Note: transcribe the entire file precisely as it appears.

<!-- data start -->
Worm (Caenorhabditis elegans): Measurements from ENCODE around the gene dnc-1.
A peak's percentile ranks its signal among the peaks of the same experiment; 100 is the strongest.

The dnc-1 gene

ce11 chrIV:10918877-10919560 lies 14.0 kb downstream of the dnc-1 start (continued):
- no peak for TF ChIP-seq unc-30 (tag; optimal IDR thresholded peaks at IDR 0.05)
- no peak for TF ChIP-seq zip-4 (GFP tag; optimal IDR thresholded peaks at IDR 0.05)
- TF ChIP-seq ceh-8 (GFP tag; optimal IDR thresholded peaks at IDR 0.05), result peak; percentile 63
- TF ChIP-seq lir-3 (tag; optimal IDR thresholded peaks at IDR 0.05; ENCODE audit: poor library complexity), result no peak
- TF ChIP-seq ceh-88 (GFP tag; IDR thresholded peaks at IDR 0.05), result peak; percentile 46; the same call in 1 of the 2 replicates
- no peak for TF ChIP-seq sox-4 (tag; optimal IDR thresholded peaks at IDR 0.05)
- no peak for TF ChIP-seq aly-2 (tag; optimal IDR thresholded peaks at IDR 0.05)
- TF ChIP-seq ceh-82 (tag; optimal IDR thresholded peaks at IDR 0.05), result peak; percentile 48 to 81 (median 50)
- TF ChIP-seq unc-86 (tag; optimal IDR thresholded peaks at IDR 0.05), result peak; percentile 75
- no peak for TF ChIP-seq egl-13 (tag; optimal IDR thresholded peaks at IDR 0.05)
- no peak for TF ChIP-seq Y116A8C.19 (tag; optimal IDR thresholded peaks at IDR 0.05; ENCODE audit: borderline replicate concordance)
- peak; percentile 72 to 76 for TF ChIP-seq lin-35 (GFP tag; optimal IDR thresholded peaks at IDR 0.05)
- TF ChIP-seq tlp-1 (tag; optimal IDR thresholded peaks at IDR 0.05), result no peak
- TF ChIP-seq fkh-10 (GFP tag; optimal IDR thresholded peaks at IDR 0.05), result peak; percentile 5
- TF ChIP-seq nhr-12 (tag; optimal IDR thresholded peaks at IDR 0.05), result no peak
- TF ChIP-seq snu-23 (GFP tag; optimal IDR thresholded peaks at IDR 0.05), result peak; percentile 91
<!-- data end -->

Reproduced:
Worm (Caenorhabditis elegans): Measurements from ENCODE around the gene dnc-1.
A peak's percentile ranks its signal among the peaks of the same experiment; 100 is the strongest.

The dnc-1 gene

ce11 chrIV:10918877-10919560 lies 14.0 kb downstream of the dnc-1 start (continued):
- no peak for TF ChIP-seq unc-30 (tag; optimal IDR thresholded peaks at IDR 0.05)
- no peak for TF ChIP-seq zip-4 (GFP tag; optimal IDR thresholded peaks at IDR 0.05)
- TF ChIP-seq ceh-8 (GFP tag; optimal IDR thresholded peaks at IDR 0.05), result peak; percentile 63
- TF ChIP-seq lir-3 (tag; optimal IDR thresholded peaks at IDR 0.05; ENCODE audit: poor library complexity), result no peak
- TF ChIP-seq ceh-88 (GFP tag; IDR thresholded peaks at IDR 0.05), result peak; percentile 46; the same call in 1 of the 2 replicates
- no peak for TF ChIP-seq sox-4 (tag; optimal IDR thresholded peaks at IDR 0.05)
- no peak for TF ChIP-seq aly-2 (tag; optimal IDR thresholded peaks at IDR 0.05)
- TF ChIP-seq ceh-82 (tag; optimal IDR thresholded peaks at IDR 0.05), result peak; percentile 48 to 81 (median 50)
- TF ChIP-seq unc-86 (tag; optimal IDR thresholded peaks at IDR 0.05), result peak; percentile 75
- no peak for TF ChIP-seq egl-13 (tag; optimal IDR thresholded peaks at IDR 0.05)
- no peak for TF ChIP-seq Y116A8C.19 (tag; optimal IDR thresholded peaks at IDR 0.05; ENCODE audit: borderline replicate concordance)
- peak; percentile 72 to 76 for TF ChIP-seq lin-35 (GFP tag; optimal IDR thresholded peaks at IDR 0.05)
- TF ChIP-seq tlp-1 (tag; optimal IDR thresholded peaks at IDR 0.05), result no peak
- TF ChIP-seq fkh-10 (GFP tag; optimal IDR thresholded peaks at IDR 0.05), result peak; percentile 5
- TF ChIP-seq nhr-12 (tag; optimal IDR thresholded peaks at IDR 0.05), result no peak
- TF ChIP-seq snu-23 (GFP tag; optimal IDR thresholded peaks at IDR 0.05), result peak; percentile 91